Tuesday, 7 April 2009
To my sisters constant disappointment I never know what is going on in the world. I don't watch news programmes, buy newspapers, listen to the radio, subscribe to newsfeeds, join in current affairs discussion, or choose to voice my vastly under-educated political opinion. But the fact is that we live in a fast paced, media driven society and there is no escaping the stories that seep under the collective skin, no matter how hard we try.
My sister Helen calls it ignorance. I call it choosing not to dwell on the things I cannot change. I call it making my home a sanctuary from acts of unnatural cruelty, cultural obsessions and basic evil and I call it choosing contentment over dismay and destructive despair.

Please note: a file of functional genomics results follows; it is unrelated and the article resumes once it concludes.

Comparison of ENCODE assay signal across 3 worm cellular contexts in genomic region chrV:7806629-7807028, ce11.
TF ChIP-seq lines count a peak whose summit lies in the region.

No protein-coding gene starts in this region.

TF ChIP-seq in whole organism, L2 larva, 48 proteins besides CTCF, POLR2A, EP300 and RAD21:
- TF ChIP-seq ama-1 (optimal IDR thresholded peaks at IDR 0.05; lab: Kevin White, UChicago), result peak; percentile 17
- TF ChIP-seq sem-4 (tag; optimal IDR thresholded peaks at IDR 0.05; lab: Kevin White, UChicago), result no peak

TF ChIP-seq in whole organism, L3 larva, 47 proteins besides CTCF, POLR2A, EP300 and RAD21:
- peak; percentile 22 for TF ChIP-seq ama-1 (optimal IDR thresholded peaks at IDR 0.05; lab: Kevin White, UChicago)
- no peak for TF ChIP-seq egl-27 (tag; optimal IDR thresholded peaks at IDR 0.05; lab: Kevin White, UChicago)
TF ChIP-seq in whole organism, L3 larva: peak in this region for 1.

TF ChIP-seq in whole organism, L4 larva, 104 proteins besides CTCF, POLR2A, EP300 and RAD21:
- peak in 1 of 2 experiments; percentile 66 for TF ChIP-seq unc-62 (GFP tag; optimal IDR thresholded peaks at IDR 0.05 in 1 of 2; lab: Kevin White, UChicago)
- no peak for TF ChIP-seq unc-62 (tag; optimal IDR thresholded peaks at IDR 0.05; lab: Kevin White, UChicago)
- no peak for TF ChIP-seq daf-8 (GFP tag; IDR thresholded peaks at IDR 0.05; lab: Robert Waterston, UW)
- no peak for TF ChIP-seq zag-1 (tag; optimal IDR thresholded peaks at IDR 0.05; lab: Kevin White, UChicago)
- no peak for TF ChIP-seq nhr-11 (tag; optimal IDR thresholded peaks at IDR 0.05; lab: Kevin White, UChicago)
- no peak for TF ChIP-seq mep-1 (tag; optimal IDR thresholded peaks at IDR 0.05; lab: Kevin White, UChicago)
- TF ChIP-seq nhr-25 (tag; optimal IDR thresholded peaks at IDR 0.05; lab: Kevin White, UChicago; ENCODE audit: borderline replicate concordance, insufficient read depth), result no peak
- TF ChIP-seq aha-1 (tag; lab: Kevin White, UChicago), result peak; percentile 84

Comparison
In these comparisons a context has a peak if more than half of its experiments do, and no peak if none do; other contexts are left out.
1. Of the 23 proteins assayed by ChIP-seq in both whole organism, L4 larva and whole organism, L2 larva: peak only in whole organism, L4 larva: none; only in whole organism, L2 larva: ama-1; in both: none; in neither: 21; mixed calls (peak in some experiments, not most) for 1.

For the most part I don't know and don't much care what's going on outside my front door. When my whole country becomes obsessed with searching for the "truth" in media driven circuses, I want to batten down the hatches and lose myself in something mindless. I want to hold my little boy close to me and never let him go and I want more than ever to keep on teaching him that in a world we cannot change, we have no choice but to make kindness our raison d'etre.
Life is hard enough without allowing ourselves to be consumed by other people's nightmares, living in fear of mass destruction, or pandering to the whims of the over-inflated ego's of evil little men or bland uncaring politicians. We don't have to absorb the opinion of every talking head, read the cobblers all newspapers write to beef up truth where there is only lies, nor even listen to headlines to which our imaginations will bless with all manner of ugliness. We don't have to make other peoples distress the subject of idle morning gossip, nor use the news as the barometer of our emotions.
We don't have to. We really don't. Home should be a haven not a house of horrors.